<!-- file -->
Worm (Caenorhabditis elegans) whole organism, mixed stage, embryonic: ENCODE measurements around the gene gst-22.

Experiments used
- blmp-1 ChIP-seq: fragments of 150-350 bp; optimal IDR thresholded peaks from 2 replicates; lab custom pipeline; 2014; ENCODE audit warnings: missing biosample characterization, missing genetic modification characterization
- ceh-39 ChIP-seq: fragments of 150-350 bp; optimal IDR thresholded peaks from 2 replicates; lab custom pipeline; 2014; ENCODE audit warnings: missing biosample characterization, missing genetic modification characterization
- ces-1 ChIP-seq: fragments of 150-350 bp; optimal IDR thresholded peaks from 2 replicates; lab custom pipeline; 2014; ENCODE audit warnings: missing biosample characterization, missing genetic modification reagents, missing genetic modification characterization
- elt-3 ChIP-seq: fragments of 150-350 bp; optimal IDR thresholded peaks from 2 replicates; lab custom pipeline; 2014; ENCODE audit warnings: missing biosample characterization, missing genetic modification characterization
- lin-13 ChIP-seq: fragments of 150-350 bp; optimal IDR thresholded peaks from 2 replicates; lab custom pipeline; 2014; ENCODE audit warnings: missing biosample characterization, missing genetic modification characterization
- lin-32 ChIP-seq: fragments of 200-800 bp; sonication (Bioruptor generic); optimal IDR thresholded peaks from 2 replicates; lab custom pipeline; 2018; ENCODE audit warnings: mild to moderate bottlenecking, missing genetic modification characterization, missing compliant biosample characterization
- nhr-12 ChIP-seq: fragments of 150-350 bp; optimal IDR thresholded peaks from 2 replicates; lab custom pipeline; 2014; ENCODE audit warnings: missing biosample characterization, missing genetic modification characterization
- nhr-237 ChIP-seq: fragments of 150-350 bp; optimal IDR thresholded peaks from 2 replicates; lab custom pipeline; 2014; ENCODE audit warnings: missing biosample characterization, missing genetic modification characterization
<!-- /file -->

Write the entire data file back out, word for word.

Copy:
Worm (Caenorhabditis elegans) whole organism, mixed stage, embryonic: ENCODE measurements around the gene gst-22.

Experiments used
- blmp-1 ChIP-seq: fragments of 150-350 bp; optimal IDR thresholded peaks from 2 replicates; lab custom pipeline; 2014; ENCODE audit warnings: missing biosample characterization, missing genetic modification characterization
- ceh-39 ChIP-seq: fragments of 150-350 bp; optimal IDR thresholded peaks from 2 replicates; lab custom pipeline; 2014; ENCODE audit warnings: missing biosample characterization, missing genetic modification characterization
- ces-1 ChIP-seq: fragments of 150-350 bp; optimal IDR thresholded peaks from 2 replicates; lab custom pipeline; 2014; ENCODE audit warnings: missing biosample characterization, missing genetic modification reagents, missing genetic modification characterization
- elt-3 ChIP-seq: fragments of 150-350 bp; optimal IDR thresholded peaks from 2 replicates; lab custom pipeline; 2014; ENCODE audit warnings: missing biosample characterization, missing genetic modification characterization
- lin-13 ChIP-seq: fragments of 150-350 bp; optimal IDR thresholded peaks from 2 replicates; lab custom pipeline; 2014; ENCODE audit warnings: missing biosample characterization, missing genetic modification characterization
- lin-32 ChIP-seq: fragments of 200-800 bp; sonication (Bioruptor generic); optimal IDR thresholded peaks from 2 replicates; lab custom pipeline; 2018; ENCODE audit warnings: mild to moderate bottlenecking, missing genetic modification characterization, missing compliant biosample characterization
- nhr-12 ChIP-seq: fragments of 150-350 bp; optimal IDR thresholded peaks from 2 replicates; lab custom pipeline; 2014; ENCODE audit warnings: missing biosample characterization, missing genetic modification characterization
- nhr-237 ChIP-seq: fragments of 150-350 bp; optimal IDR thresholded peaks from 2 replicates; lab custom pipeline; 2014; ENCODE audit warnings: missing biosample characterization, missing genetic modification characterization